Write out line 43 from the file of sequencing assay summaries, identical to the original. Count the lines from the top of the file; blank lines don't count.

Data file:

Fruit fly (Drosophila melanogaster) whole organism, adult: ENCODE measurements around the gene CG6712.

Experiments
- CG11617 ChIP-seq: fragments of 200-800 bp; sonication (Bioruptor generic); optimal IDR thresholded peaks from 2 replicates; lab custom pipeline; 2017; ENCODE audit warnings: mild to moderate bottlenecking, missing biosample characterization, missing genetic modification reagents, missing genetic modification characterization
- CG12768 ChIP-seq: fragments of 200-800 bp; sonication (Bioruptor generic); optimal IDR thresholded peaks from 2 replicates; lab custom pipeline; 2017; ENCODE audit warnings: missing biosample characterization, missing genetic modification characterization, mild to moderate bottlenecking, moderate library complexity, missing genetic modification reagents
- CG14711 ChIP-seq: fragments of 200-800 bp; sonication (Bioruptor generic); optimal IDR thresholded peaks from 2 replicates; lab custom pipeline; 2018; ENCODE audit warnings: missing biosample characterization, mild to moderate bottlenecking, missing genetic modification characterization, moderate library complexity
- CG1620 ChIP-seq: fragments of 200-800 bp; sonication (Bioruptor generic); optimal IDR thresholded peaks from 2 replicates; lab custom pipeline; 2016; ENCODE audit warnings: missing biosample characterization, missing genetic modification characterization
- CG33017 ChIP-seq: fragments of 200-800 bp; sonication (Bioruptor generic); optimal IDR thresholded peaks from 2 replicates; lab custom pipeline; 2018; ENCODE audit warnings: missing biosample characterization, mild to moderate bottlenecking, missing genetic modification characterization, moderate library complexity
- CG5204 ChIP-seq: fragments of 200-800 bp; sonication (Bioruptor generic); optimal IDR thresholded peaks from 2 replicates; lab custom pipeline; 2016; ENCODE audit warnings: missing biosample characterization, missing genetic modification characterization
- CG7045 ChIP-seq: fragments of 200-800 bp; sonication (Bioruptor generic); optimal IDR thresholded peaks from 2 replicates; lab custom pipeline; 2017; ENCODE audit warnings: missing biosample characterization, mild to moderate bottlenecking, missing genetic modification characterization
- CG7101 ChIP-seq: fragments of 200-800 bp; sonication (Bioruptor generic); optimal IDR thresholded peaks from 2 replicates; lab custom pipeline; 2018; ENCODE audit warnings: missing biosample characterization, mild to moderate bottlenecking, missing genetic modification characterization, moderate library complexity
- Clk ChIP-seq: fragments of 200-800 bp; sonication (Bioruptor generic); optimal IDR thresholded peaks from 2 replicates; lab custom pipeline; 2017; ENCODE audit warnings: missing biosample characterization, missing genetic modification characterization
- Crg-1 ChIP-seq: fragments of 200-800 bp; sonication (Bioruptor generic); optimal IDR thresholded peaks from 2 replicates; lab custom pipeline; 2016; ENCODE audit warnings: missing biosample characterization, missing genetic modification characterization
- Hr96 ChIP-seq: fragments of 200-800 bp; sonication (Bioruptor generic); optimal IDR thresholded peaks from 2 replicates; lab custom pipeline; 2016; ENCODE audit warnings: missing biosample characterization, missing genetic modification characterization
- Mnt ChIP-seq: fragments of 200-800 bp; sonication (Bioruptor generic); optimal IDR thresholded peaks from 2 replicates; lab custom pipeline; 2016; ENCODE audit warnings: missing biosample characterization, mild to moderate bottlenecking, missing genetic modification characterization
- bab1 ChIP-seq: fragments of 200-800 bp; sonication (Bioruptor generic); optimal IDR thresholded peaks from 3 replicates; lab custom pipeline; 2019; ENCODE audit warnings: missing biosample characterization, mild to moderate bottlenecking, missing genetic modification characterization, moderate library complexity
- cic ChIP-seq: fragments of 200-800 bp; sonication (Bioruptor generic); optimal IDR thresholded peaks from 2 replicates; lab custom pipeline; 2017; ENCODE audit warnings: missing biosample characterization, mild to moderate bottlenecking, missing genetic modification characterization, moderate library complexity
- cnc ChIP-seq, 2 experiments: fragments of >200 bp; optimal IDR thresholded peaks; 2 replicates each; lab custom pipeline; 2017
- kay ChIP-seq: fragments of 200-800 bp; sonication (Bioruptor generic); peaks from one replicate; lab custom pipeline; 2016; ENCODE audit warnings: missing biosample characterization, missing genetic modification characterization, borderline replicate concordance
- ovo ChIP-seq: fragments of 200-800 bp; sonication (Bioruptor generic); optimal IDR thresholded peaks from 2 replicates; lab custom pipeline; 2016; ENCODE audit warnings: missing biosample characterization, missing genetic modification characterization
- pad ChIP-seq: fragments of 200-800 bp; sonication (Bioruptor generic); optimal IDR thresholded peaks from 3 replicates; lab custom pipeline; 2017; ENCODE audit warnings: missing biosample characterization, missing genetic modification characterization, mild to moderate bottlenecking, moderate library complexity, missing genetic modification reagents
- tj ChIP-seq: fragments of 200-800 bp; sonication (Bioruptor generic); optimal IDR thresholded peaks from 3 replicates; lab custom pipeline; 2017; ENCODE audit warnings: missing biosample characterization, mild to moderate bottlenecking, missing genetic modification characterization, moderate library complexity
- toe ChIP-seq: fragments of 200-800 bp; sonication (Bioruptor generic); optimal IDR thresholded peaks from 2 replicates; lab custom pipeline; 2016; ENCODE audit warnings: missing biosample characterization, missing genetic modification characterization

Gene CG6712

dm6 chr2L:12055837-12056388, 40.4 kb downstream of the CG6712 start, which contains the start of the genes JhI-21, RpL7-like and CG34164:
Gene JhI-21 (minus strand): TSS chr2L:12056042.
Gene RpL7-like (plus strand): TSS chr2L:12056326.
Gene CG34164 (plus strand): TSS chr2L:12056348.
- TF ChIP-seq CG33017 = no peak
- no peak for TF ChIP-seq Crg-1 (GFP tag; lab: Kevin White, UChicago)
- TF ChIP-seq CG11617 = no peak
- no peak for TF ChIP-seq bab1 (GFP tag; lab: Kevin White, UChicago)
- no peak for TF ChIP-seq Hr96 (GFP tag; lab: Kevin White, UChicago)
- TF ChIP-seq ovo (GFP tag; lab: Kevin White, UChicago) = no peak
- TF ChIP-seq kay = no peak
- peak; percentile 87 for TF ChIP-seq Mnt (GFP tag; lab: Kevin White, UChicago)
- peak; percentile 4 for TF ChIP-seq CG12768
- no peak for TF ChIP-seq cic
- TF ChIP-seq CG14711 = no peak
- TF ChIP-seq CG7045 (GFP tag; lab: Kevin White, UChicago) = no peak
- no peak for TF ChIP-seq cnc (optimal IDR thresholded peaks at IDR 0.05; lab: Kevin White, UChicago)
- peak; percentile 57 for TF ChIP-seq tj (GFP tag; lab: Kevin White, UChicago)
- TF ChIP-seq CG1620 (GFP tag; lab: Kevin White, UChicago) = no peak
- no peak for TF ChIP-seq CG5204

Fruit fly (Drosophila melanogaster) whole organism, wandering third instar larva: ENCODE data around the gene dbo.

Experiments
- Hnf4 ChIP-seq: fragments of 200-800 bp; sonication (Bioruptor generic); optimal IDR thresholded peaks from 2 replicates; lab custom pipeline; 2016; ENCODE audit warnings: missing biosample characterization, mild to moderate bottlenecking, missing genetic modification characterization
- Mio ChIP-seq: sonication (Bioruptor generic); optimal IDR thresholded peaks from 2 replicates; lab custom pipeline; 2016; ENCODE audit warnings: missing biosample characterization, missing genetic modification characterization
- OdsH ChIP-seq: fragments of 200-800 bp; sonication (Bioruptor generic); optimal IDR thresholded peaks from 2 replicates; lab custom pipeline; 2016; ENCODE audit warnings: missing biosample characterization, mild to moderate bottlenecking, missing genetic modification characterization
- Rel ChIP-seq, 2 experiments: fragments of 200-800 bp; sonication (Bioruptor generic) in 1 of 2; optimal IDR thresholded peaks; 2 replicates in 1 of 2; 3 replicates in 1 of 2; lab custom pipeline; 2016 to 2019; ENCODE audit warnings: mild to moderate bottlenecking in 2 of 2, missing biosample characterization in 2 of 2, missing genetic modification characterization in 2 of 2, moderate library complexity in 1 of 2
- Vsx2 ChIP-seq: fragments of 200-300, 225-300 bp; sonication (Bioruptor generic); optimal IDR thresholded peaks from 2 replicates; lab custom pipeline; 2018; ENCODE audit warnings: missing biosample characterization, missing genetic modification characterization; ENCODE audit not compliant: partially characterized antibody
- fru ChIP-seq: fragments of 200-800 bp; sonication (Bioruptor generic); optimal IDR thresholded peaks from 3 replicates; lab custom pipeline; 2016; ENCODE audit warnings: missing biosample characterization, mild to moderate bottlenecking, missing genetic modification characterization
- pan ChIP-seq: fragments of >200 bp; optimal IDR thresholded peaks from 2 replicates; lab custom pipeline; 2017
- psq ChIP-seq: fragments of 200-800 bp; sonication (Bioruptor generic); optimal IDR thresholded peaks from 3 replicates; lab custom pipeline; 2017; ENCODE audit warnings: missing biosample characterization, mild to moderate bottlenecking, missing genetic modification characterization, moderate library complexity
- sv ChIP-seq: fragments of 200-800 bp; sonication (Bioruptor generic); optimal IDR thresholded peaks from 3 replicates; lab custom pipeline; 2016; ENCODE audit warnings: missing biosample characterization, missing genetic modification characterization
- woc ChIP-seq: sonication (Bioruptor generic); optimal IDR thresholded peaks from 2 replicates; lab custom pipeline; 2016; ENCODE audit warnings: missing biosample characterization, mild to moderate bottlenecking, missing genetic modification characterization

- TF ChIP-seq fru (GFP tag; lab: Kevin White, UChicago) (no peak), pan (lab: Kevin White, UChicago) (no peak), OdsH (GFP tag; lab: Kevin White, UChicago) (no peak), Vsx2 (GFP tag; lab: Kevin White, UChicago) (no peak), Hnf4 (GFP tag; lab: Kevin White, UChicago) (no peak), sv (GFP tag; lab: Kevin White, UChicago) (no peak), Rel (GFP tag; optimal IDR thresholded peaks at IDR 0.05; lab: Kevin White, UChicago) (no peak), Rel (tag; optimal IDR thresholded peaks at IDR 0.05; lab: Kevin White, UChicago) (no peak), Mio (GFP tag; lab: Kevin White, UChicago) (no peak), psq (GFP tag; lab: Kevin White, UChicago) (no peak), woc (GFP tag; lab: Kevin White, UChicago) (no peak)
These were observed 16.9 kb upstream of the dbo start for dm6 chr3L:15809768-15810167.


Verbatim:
- no peak for TF ChIP-seq CG5204